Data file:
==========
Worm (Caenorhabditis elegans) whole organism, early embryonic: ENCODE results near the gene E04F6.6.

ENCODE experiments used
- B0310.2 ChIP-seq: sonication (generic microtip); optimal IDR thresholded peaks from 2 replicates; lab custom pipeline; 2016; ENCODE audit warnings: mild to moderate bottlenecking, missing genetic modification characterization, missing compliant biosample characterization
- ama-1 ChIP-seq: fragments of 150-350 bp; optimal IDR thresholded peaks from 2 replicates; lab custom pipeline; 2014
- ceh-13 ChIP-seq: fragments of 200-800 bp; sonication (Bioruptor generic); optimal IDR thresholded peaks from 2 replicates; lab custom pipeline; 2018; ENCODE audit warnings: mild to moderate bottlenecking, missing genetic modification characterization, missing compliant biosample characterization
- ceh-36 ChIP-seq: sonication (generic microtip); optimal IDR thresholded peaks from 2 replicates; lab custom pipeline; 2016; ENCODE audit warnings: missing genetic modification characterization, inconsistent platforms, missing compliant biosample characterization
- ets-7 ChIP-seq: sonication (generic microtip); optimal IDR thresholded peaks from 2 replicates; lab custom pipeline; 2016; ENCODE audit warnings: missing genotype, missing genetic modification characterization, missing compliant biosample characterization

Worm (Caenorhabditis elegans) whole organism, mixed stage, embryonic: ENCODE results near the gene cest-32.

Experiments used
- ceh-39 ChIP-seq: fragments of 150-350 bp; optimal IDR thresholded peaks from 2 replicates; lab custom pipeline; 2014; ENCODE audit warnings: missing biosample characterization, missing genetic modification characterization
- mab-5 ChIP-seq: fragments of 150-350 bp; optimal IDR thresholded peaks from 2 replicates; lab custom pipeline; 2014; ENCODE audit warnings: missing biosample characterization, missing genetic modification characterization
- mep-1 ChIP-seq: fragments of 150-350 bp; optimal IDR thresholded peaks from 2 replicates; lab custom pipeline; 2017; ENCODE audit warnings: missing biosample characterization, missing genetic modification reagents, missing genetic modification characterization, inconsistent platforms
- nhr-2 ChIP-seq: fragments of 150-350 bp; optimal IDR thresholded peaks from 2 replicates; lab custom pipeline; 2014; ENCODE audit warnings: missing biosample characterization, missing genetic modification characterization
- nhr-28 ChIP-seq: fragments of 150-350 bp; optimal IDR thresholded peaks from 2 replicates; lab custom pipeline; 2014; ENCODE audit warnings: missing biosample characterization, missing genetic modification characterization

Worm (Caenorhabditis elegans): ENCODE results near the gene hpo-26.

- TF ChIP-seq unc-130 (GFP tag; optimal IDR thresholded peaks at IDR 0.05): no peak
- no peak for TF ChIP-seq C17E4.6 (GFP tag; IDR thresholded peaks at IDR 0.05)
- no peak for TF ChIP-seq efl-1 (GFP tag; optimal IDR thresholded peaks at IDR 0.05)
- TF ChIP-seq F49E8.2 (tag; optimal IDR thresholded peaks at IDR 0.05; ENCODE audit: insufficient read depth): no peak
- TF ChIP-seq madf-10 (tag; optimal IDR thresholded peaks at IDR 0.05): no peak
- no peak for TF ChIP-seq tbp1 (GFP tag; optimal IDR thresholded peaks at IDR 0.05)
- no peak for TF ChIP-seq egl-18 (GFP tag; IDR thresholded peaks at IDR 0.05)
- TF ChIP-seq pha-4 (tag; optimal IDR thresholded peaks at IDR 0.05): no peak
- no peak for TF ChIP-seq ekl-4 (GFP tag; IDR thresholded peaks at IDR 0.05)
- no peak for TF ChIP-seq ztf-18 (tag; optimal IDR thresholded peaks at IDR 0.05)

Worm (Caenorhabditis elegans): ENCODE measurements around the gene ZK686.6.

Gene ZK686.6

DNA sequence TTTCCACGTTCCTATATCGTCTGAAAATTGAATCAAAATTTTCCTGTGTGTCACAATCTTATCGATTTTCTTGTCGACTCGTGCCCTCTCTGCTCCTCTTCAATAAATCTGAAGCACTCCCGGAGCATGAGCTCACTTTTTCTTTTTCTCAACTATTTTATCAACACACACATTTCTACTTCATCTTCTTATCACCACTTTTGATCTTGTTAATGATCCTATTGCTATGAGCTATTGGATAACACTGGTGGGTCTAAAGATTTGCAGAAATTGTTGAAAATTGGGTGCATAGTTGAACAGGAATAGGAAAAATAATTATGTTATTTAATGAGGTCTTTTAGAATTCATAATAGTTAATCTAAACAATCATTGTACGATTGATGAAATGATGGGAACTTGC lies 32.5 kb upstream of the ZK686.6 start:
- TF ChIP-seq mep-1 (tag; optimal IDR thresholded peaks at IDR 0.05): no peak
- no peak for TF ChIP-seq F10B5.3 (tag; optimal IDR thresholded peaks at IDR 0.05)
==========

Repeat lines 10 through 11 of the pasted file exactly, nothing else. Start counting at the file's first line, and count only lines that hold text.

- ceh-39 ChIP-seq: fragments of 150-350 bp; optimal IDR thresholded peaks from 2 replicates; lab custom pipeline; 2014; ENCODE audit warnings: missing biosample characterization, missing genetic modification characterization
- mab-5 ChIP-seq: fragments of 150-350 bp; optimal IDR thresholded peaks from 2 replicates; lab custom pipeline; 2014; ENCODE audit warnings: missing biosample characterization, missing genetic modification characterization